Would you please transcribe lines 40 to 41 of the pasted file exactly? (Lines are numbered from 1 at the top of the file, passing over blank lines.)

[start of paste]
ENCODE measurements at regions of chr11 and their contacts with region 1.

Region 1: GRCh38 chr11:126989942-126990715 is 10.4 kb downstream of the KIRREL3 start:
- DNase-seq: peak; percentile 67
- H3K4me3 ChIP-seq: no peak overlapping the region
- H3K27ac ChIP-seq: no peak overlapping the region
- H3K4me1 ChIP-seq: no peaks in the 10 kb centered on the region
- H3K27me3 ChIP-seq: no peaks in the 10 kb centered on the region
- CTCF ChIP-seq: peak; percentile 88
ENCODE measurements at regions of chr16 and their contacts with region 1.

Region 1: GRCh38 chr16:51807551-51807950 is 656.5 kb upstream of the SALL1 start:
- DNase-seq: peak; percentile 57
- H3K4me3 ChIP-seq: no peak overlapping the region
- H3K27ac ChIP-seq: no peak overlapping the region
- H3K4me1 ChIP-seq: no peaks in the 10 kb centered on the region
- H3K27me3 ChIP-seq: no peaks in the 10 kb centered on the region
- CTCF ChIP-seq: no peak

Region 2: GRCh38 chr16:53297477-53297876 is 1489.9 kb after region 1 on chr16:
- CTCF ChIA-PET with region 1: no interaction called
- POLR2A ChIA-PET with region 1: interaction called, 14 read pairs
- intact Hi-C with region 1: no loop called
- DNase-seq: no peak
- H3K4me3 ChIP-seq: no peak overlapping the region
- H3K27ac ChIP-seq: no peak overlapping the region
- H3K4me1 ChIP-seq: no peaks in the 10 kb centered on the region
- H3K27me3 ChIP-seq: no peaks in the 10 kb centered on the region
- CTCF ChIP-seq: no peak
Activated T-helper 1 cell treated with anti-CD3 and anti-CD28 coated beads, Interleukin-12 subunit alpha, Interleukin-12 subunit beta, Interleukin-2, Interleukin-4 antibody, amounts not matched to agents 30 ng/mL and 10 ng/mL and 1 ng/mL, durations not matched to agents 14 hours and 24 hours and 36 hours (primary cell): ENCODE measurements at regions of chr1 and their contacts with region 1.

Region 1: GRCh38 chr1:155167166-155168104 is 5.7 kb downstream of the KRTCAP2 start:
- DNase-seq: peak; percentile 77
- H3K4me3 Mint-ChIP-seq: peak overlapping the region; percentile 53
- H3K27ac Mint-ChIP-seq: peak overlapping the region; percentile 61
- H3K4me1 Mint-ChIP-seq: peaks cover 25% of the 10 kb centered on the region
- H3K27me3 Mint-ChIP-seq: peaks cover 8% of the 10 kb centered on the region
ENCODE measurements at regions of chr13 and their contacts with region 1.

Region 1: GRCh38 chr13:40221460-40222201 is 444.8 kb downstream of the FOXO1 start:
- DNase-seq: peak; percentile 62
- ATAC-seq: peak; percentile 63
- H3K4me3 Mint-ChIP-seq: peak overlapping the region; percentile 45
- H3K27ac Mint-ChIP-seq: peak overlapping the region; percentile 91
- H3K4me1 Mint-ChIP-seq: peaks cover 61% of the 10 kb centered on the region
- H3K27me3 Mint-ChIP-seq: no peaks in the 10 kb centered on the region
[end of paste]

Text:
- H3K4me1 Mint-ChIP-seq: peaks cover 61% of the 10 kb centered on the region
- H3K27me3 Mint-ChIP-seq: no peaks in the 10 kb centered on the region